Ghana and former Sunderland forward Asamoah Gyan changed his hairstyle last year to conform with the cultural sensitivities in UAE where he plies his trade, GHANAsoccernet.com can reveal.
The Al Ahli striker maintains a modest hairstyle while in the UAE in conformity with the rules by the UAE federation to promote ethical hairstyles as an example to young people in the country.
Gyan, who is also keen setting an example for the youth in the Islamic country, already decided to take this path before the rules were made public.
This comes after reports emerged on Wednesday that the Ghana star has been found guilty of having “unethical hair” under United Arab Emirates Football Association guidelines.
However sources close to the player have revealed that Gyan already conforms to this rule when he was made of aware of the regulation last year.
Gyan maintains a modest hairstyle while he is in the conservative Islamic environment but he is free to change to a new style when he is away from the country.
He changed his hairstyle during the Africa Cup of Nations with the Arabic Number 3 written on it during the recent tournament but has binned the style on return to Al Ahli.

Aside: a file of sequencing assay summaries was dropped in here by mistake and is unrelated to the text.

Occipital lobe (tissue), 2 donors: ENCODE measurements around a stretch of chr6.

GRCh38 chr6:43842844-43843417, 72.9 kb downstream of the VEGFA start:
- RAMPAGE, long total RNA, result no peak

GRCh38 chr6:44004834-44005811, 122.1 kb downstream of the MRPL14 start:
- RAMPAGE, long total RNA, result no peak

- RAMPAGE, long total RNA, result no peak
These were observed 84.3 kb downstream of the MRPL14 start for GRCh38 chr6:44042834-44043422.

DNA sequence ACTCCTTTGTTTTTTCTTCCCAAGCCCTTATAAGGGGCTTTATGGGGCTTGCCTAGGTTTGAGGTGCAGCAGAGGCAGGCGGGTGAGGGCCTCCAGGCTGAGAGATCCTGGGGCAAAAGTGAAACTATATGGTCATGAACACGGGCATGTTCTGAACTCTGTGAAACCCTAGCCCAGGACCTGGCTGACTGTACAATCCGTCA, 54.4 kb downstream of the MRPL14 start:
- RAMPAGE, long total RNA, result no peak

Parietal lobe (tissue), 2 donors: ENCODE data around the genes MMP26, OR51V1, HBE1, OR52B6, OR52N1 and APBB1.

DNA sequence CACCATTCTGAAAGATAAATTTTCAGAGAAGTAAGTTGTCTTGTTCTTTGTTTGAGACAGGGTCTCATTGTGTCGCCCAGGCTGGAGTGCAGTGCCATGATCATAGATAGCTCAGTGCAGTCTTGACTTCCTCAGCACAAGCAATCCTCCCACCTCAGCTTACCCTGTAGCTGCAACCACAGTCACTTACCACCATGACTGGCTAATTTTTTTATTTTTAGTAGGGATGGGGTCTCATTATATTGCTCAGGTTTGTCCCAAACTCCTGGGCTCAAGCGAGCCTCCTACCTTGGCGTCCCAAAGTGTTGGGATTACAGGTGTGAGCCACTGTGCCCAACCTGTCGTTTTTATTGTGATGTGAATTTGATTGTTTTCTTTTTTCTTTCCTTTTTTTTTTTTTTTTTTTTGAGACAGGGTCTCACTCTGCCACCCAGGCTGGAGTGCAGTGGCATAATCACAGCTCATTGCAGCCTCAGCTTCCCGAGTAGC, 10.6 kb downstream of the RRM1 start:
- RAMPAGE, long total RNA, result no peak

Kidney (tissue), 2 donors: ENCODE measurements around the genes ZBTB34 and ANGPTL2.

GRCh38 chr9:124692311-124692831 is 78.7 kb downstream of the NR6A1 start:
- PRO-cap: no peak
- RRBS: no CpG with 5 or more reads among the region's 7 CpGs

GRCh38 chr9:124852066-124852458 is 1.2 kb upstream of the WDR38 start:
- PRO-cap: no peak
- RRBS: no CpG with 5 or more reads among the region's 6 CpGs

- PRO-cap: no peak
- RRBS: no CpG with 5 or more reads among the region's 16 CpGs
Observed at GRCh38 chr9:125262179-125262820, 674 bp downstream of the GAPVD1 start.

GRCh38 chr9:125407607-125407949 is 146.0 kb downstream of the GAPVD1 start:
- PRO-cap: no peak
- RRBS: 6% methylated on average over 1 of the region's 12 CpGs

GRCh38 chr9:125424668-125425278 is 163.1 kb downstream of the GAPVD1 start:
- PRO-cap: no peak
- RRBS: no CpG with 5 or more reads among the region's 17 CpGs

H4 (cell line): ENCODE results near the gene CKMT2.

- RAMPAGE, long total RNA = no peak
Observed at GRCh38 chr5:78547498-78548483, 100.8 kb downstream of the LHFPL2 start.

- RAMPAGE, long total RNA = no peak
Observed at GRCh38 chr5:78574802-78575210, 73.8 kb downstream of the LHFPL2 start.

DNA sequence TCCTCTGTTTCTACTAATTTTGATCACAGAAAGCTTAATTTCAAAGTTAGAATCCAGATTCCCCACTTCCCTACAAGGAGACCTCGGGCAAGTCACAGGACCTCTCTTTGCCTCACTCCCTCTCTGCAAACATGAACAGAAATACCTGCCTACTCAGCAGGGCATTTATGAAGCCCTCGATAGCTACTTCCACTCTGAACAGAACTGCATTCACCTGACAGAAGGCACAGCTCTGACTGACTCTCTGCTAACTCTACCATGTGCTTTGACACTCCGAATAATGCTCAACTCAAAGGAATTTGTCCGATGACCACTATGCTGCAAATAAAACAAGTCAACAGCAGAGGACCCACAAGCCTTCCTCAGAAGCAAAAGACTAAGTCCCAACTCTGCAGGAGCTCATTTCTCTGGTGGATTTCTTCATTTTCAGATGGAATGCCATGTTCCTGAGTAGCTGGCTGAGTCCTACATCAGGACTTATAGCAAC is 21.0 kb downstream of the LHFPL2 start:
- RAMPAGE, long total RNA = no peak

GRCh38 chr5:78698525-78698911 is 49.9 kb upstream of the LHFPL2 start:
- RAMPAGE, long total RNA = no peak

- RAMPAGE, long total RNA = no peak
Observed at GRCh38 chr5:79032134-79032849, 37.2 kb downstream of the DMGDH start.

The 31-year-old was among one of 40 players to have been found to breach UAE league rules on hairstyles even though he long conformed.
Gyan is currently on loan at Arabian Gulf League side, Al Ahbi, who are based in Dubai.
Suhail Al-Mansoori of Al Wahda recently told he would have to cut his curly perm while in 2012 Saudi Arabia goalkeeper Waleed Abdullah was told to cut his “un-Islamic hair” before a match.
Gyan showed off his latest mohawk hairstyle during the Africa Cup of Nations where he captained Ghana.
Ghana lost 2-0 to eventual champions Cameron in the semi-finals of the tournament.
The former Udinese and Rennes striker is on a season-long loan from China’s Shanghai SIPG after a proposed move to Reading fell through in September.
In 2012, Saudi Arabia goalkeeper Waleed Abdullah was told to cut his “un-Islamic” hair by the referee before playing for his club side Al Shabab.
The Saudi rule bans mohawk-style cuts.
Some Islamic teachings ban ‘Qaza’ hairstyles, which include mohawks, because only part of the head is shaved, leaving other parts unshaven.
The BBC has asked the UAEFA for clarification on its guidelines and is awaiting a response.